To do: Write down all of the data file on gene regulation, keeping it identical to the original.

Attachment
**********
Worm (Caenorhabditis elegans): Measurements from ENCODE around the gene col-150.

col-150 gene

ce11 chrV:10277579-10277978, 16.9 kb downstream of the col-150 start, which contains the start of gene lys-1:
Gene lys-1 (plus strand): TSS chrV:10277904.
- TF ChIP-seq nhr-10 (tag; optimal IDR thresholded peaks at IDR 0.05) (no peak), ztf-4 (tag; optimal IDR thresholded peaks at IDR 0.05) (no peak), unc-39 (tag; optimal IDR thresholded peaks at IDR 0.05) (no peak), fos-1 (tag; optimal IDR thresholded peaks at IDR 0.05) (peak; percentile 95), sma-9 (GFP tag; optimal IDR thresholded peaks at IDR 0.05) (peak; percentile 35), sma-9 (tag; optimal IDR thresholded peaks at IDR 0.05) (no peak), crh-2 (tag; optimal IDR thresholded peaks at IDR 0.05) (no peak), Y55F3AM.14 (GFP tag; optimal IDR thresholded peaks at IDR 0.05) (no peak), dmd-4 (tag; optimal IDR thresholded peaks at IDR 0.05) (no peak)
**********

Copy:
Worm (Caenorhabditis elegans): Measurements from ENCODE around the gene col-150.

col-150 gene

ce11 chrV:10277579-10277978, 16.9 kb downstream of the col-150 start, which contains the start of gene lys-1:
Gene lys-1 (plus strand): TSS chrV:10277904.
- TF ChIP-seq nhr-10 (tag; optimal IDR thresholded peaks at IDR 0.05) (no peak), ztf-4 (tag; optimal IDR thresholded peaks at IDR 0.05) (no peak), unc-39 (tag; optimal IDR thresholded peaks at IDR 0.05) (no peak), fos-1 (tag; optimal IDR thresholded peaks at IDR 0.05) (peak; percentile 95), sma-9 (GFP tag; optimal IDR thresholded peaks at IDR 0.05) (peak; percentile 35), sma-9 (tag; optimal IDR thresholded peaks at IDR 0.05) (no peak), crh-2 (tag; optimal IDR thresholded peaks at IDR 0.05) (no peak), Y55F3AM.14 (GFP tag; optimal IDR thresholded peaks at IDR 0.05) (no peak), dmd-4 (tag; optimal IDR thresholded peaks at IDR 0.05) (no peak)